Another option if you're really pressed for cash is Dressed for Success. Dress for Success is an international not-for-profit organization that assists low-income women transitioning from unemployment to self-sufficiency, starting with the donation of one suit and continuing with ongoing support and career development.
The Sales Associate is Your Friend
Before you go shopping, make a budget of what exactly you can afford. Most clothing stores have in-store training for their sales associates and it's not just about making a sale. They learn the ins and outs of their products, body types and co-ordinating styles for the best looks. The best time to shop is during the day, during the week so you can talk to a full-time associate who's had the most training. Don't be afraid to ask for someone else's help if you doubt the abilities of the one you have.
Let them know your budget and that you need their help to stretch it. You'll be surprised how many outfits they can put together for you with just a few items. If they aren't willing to help you then you're in the wrong establishment and should take your money elsewhere. Don't worry about offending. This is your hard earned money. Be polite and leave.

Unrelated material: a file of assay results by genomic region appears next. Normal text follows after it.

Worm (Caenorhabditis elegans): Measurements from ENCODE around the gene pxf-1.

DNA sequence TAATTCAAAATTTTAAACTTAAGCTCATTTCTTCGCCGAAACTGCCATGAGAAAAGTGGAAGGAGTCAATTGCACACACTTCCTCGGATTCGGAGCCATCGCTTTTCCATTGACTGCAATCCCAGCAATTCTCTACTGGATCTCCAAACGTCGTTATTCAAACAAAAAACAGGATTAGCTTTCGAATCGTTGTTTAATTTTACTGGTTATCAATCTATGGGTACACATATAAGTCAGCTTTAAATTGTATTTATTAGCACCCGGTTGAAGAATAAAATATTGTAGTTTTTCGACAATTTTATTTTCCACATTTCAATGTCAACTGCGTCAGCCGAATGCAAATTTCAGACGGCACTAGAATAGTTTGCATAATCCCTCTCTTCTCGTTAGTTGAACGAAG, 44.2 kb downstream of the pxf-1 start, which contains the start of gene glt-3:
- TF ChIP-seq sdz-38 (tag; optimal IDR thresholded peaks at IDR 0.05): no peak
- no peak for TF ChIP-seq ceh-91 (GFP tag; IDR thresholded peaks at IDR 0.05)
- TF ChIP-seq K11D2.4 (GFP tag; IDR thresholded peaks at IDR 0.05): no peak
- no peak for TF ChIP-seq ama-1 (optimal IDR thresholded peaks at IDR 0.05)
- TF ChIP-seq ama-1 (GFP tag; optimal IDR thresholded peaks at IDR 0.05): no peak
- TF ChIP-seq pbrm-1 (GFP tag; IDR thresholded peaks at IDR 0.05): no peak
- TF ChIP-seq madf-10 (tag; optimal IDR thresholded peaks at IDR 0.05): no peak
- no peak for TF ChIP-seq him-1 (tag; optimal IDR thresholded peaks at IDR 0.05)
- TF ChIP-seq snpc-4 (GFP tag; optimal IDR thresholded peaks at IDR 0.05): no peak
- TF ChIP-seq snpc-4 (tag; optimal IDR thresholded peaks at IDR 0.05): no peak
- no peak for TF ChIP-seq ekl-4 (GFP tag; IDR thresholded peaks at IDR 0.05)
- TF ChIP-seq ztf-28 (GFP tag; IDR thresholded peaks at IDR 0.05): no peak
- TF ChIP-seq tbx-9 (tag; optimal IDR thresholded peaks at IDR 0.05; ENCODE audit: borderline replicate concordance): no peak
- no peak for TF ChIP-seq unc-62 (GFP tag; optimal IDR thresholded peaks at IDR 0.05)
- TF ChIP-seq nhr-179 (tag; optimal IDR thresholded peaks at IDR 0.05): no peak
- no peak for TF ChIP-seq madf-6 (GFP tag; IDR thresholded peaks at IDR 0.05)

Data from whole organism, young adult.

How many outfits can you make with 10 pieces? Let's see:
Pants/white blouse/colored t-shirt
*note: Please don't use some FOL t-shirt. Buy a nice colored one. The cotton spandex ones are dressier.
What You Can Expect to Pay
Suit jacket - $79.99 - 169.99
Pants $49.99 - 79.99
T-shirts 9.99 - 40
Scarfs $5 - 15
Necklace $5 - 20
So you're looking in the range of $230 - 400 ($180 - 330 US). A hefty price at first glance but you don't have to go all out at once. Luckily, suits are sold as separates now with different pant types so you can buy one piece now and another piece later. You must have something in your closet to pair with a suit pant and jacket.